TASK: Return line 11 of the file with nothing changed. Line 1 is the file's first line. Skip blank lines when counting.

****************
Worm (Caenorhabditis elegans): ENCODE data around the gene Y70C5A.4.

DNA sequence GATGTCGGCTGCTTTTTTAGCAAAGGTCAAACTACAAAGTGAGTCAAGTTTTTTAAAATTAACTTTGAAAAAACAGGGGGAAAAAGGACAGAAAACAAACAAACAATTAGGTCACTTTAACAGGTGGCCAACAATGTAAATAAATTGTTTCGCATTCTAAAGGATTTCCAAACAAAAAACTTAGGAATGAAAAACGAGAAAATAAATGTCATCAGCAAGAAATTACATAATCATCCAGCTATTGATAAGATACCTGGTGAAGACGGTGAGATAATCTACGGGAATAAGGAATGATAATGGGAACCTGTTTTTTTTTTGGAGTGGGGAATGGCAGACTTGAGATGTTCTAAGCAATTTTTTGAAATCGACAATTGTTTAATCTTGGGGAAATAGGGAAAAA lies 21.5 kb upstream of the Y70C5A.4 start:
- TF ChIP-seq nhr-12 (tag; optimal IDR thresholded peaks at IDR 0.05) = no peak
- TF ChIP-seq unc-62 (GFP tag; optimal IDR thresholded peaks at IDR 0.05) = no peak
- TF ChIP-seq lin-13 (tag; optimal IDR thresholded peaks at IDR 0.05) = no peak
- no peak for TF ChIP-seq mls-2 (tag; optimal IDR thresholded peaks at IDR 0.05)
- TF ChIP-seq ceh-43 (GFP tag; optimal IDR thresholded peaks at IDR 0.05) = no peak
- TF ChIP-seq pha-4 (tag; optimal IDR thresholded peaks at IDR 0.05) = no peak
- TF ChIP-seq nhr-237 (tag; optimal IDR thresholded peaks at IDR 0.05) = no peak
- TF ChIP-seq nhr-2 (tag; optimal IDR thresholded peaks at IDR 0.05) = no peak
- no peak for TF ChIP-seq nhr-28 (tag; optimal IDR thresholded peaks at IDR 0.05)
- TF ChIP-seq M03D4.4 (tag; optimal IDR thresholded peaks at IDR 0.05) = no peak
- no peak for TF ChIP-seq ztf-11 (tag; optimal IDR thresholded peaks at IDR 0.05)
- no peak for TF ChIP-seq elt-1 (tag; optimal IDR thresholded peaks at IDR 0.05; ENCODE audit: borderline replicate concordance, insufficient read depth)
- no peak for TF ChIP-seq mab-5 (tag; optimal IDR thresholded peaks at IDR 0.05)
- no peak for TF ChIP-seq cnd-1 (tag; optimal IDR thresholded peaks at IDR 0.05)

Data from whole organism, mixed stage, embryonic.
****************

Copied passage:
- no peak for TF ChIP-seq nhr-28 (tag; optimal IDR thresholded peaks at IDR 0.05)